With characteristic divination, Harlequin Dinner Theater has hit on a neglected musical charmer for its new attraction, "Once Upon a Mattress."

This is the witty little romp which introduced Carol Burnett in a Mary Rodgers score in 1959. It's a variation on an old fairy tale, "The Princess and the Pea," and is ideal for a family night out. Gentle enough for the young 'uns, smooth enough for their elders, this is satire in the dress of innocent make-believe.

Queen Aggravain does all she can to block any marriage for her slowwitted son, Prince Dauntless the Drab. A final contestant, Princess Winnifred the Woebegone, arrives dripping wet: "I swam the moat," she keeps boasting. King Sextimus the Silent, who can't speak, mimes about birds, bees and storks to Dauntless in "Man to Man Talk," innocently amusing.

Fred, as the Princess wants to be called, is as backward and honest as Dauntless, singing "Shy" and, a lovely spoof, "The Swamps of Home," to explain herself. Another engaging character arrives late, a caged nightingale named Ucella Rosignolla. The book-writing trio, Jay Thompson, Marshall Baker and Dean Fuller, did a neat job.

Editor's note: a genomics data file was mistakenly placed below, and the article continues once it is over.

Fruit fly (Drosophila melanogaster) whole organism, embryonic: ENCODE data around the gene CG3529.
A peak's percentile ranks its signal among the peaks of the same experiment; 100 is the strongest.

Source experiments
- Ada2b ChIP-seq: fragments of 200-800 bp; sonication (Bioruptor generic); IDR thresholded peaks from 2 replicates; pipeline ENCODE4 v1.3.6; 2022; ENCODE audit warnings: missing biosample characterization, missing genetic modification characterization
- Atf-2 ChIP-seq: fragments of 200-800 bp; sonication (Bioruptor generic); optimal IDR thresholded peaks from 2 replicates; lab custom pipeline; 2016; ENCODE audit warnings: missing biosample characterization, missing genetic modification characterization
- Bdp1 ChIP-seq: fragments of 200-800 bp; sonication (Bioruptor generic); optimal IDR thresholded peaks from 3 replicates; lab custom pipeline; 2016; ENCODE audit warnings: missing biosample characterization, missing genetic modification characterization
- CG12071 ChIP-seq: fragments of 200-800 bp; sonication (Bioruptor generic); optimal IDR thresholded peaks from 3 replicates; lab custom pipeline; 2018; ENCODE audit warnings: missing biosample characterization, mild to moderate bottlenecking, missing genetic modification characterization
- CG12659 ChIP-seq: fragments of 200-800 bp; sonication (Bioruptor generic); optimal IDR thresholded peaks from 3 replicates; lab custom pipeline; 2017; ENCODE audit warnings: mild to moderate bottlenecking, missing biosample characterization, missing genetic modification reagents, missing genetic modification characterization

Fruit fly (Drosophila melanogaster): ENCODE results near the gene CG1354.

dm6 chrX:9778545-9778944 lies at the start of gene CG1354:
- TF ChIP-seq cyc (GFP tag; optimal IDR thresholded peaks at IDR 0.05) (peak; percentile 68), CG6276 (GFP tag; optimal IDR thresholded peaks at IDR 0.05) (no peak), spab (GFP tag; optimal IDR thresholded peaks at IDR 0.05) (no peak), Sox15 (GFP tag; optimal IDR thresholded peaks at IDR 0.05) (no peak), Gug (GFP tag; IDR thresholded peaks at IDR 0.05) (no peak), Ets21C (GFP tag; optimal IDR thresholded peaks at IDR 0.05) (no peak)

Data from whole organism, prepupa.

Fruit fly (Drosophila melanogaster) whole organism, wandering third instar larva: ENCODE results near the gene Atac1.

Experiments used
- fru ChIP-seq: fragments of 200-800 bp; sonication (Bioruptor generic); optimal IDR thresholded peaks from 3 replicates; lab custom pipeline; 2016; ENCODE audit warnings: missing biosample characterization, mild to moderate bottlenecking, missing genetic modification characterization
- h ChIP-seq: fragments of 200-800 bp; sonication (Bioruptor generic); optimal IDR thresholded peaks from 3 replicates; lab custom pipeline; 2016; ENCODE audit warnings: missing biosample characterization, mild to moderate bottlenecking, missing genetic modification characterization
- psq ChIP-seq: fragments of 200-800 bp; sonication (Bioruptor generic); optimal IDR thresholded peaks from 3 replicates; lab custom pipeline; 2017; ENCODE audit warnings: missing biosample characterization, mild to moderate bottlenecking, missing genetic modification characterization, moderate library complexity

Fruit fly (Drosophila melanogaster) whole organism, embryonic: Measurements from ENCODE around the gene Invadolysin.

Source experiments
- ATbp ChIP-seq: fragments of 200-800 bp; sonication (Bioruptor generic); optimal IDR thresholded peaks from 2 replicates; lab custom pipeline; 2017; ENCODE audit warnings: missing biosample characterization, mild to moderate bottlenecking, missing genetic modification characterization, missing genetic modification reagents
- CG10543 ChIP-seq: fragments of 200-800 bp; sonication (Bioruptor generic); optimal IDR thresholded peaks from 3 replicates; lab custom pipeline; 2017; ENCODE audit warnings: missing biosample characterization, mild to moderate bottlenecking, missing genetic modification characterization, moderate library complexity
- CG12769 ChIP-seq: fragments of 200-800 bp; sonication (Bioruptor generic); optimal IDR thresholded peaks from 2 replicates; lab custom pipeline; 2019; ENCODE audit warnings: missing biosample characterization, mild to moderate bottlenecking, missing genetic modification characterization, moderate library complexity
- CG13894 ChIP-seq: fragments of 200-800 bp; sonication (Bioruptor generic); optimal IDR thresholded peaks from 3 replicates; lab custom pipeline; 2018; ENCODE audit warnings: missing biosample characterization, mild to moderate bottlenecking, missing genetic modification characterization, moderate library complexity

Harlequin's large singing cast is aptly costumed in colorful medieval dress, and Richard Wall's well-drilled band of nine sets the Rodgers score to assured tempos.

Barbara Walsh, who scored in "The Boys from Syracuse," has lively fun as Fred and Lee Anne Duncan is spirited as the wicked queen. Oran sandel brings a lovely voice to the minstrel. The romantic subplot is well handled by Megan McFarland and Tony Gilbert, with Roberta Powell as Rosignolla.

Jeff Farnsworth has handled the staging with his tongue at just the right saucy angle and there are pleasing dance contributions led by Brian Donnelly, Gerry McCarthy and Julie Beaudoin.

Performances are Tuesdays through Sundays; reservations at 340-8515.